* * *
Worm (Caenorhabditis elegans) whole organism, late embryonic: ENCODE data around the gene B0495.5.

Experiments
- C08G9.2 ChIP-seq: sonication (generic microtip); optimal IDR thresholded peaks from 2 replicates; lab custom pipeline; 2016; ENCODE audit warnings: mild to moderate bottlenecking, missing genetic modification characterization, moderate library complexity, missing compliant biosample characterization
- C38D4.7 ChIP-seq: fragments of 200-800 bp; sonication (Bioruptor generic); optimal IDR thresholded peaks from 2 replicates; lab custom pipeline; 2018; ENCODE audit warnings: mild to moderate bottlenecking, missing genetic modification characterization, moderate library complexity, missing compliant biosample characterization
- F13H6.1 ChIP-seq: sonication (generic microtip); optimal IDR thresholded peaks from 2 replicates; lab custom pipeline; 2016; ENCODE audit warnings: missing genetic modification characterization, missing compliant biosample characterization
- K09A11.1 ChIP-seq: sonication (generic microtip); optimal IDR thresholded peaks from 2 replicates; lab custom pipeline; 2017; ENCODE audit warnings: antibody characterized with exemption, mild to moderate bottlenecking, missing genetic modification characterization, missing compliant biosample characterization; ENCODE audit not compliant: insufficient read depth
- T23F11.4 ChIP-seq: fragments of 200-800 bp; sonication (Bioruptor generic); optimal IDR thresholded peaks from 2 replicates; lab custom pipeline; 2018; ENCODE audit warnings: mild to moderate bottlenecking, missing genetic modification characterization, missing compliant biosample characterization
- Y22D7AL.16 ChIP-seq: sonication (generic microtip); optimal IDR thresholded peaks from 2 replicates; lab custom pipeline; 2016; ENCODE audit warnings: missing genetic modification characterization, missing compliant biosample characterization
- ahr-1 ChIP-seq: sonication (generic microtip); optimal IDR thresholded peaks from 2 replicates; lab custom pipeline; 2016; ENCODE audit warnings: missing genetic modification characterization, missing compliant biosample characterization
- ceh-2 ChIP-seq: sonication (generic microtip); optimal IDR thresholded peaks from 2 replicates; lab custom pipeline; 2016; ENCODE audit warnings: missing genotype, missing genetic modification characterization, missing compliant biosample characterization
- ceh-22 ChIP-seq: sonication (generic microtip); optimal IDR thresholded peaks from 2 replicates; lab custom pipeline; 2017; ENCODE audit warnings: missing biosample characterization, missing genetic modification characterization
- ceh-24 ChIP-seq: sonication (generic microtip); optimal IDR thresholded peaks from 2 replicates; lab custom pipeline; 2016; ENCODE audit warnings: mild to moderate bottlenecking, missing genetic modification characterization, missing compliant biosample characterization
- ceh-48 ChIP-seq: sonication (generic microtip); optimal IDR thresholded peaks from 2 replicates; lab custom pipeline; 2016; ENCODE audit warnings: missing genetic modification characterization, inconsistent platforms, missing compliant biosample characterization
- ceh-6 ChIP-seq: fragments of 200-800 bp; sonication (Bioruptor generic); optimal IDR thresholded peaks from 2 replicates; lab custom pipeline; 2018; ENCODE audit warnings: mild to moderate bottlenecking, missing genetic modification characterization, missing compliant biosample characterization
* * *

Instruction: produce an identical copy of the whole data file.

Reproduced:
Worm (Caenorhabditis elegans) whole organism, late embryonic: ENCODE data around the gene B0495.5.

Experiments
- C08G9.2 ChIP-seq: sonication (generic microtip); optimal IDR thresholded peaks from 2 replicates; lab custom pipeline; 2016; ENCODE audit warnings: mild to moderate bottlenecking, missing genetic modification characterization, moderate library complexity, missing compliant biosample characterization
- C38D4.7 ChIP-seq: fragments of 200-800 bp; sonication (Bioruptor generic); optimal IDR thresholded peaks from 2 replicates; lab custom pipeline; 2018; ENCODE audit warnings: mild to moderate bottlenecking, missing genetic modification characterization, moderate library complexity, missing compliant biosample characterization
- F13H6.1 ChIP-seq: sonication (generic microtip); optimal IDR thresholded peaks from 2 replicates; lab custom pipeline; 2016; ENCODE audit warnings: missing genetic modification characterization, missing compliant biosample characterization
- K09A11.1 ChIP-seq: sonication (generic microtip); optimal IDR thresholded peaks from 2 replicates; lab custom pipeline; 2017; ENCODE audit warnings: antibody characterized with exemption, mild to moderate bottlenecking, missing genetic modification characterization, missing compliant biosample characterization; ENCODE audit not compliant: insufficient read depth
- T23F11.4 ChIP-seq: fragments of 200-800 bp; sonication (Bioruptor generic); optimal IDR thresholded peaks from 2 replicates; lab custom pipeline; 2018; ENCODE audit warnings: mild to moderate bottlenecking, missing genetic modification characterization, missing compliant biosample characterization
- Y22D7AL.16 ChIP-seq: sonication (generic microtip); optimal IDR thresholded peaks from 2 replicates; lab custom pipeline; 2016; ENCODE audit warnings: missing genetic modification characterization, missing compliant biosample characterization
- ahr-1 ChIP-seq: sonication (generic microtip); optimal IDR thresholded peaks from 2 replicates; lab custom pipeline; 2016; ENCODE audit warnings: missing genetic modification characterization, missing compliant biosample characterization
- ceh-2 ChIP-seq: sonication (generic microtip); optimal IDR thresholded peaks from 2 replicates; lab custom pipeline; 2016; ENCODE audit warnings: missing genotype, missing genetic modification characterization, missing compliant biosample characterization
- ceh-22 ChIP-seq: sonication (generic microtip); optimal IDR thresholded peaks from 2 replicates; lab custom pipeline; 2017; ENCODE audit warnings: missing biosample characterization, missing genetic modification characterization
- ceh-24 ChIP-seq: sonication (generic microtip); optimal IDR thresholded peaks from 2 replicates; lab custom pipeline; 2016; ENCODE audit warnings: mild to moderate bottlenecking, missing genetic modification characterization, missing compliant biosample characterization
- ceh-48 ChIP-seq: sonication (generic microtip); optimal IDR thresholded peaks from 2 replicates; lab custom pipeline; 2016; ENCODE audit warnings: missing genetic modification characterization, inconsistent platforms, missing compliant biosample characterization
- ceh-6 ChIP-seq: fragments of 200-800 bp; sonication (Bioruptor generic); optimal IDR thresholded peaks from 2 replicates; lab custom pipeline; 2018; ENCODE audit warnings: mild to moderate bottlenecking, missing genetic modification characterization, missing compliant biosample characterization